The less important cast are also a good group. William Hurt again rips his portrayal of Thaddeus Ross straight out of the comics, and is a nice callback to The Incredible Hulk, and Emily VanCamp does well as Sharon Carter, who has excellent chemistry with Evans and is a key character. Sadly, Martin Freeman is criminally underused as the gung-ho government agent Everett Ross (no relation to Thaddeus) but I'm sure we'll be seeing more of him in the upcoming Black Panther solo outing.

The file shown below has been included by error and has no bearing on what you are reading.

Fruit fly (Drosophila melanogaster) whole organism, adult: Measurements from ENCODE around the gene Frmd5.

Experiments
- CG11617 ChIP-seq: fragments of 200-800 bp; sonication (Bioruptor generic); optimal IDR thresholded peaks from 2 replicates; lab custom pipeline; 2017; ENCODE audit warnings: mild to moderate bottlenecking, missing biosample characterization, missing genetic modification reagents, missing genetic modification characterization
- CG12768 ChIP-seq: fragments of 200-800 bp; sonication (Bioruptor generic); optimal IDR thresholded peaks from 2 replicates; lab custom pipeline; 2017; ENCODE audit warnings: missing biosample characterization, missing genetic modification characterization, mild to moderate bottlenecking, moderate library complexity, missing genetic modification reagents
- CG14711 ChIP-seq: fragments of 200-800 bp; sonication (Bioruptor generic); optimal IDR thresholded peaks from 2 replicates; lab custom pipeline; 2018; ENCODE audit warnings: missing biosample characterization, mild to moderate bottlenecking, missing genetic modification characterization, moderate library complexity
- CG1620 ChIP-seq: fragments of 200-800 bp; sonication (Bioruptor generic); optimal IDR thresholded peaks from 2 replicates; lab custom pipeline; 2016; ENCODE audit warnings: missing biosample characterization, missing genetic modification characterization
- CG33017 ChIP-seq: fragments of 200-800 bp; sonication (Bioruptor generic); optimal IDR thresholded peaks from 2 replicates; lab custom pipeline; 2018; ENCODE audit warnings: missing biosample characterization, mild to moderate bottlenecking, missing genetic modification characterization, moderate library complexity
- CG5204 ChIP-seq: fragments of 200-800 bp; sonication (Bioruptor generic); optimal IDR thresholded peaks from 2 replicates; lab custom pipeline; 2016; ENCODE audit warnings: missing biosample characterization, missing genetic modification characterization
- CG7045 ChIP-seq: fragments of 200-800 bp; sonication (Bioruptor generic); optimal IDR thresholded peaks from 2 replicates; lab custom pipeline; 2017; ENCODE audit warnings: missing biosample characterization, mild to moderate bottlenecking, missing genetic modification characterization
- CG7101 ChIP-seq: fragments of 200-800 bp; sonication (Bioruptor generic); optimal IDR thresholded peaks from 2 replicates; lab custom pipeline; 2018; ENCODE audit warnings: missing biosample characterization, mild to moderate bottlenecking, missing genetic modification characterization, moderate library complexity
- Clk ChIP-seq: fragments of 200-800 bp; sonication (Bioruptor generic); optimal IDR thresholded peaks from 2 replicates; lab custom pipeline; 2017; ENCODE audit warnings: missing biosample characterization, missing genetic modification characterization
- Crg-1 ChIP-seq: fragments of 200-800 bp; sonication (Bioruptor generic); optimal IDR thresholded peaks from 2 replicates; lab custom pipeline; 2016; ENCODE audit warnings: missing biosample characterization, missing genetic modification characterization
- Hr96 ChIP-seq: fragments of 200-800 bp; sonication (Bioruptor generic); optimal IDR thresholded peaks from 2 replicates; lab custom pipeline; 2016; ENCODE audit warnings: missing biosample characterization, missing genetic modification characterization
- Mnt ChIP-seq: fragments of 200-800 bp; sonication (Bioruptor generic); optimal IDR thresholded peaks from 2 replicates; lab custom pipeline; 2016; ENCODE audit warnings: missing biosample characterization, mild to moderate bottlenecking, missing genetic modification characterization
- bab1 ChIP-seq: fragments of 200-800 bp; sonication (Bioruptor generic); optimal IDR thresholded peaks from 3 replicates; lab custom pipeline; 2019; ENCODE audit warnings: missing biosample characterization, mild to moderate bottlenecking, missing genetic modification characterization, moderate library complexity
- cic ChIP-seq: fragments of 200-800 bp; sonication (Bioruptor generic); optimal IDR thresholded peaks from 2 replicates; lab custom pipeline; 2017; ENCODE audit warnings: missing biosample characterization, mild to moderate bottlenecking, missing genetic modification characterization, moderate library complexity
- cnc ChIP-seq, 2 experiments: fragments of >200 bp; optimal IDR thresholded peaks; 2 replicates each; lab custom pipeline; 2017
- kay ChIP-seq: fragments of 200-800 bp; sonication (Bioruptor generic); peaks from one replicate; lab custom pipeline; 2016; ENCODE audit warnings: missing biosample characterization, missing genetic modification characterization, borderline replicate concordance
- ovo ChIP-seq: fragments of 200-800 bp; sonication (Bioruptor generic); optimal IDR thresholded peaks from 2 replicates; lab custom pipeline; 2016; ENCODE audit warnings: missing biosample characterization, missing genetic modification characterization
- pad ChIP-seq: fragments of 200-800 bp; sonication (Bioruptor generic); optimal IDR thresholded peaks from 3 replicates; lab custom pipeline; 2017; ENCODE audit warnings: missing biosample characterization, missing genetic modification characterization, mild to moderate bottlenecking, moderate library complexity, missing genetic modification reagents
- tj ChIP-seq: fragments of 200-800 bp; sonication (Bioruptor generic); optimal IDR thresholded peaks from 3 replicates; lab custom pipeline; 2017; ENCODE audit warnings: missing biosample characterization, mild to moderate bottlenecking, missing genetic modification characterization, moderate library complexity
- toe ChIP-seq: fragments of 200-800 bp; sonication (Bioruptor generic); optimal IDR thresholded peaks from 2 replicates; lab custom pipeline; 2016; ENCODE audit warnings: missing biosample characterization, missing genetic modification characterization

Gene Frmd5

And we must enter spoiler territory to talk about the film's main villain and other antagonists. Daniel Brühl's Helmut Zemo is the best Marvel villain of all time. Eat your heart out, Tom Hiddleston and James Spader (as much as I love your Loki and Ultron), because there's a new baddie in town, and this one isn't going away anytime soon. Zemo's motivation and plan are remarkably identifiable and he is a very tragic figure, but one that has definitely entered the annals of all-time superhero villains. He is slimy, manipulative, and vengeful, but overall is human and very real. He is also charismatic and truly well-acted, and is NOT killed off, so most likely we will be seeing plenty more of this character. The only downside of the villains is that Zemo is not exactly his comic counterpart, so no purple spandex yet, and Crossbones (who barely appears in the film) is bland as dry toast for most of his time (which is luckily short). He does have a key role, but I'm sure Frank Grillo (who has a lot of zeal for playing a total jerk) is not too happy about its outcome.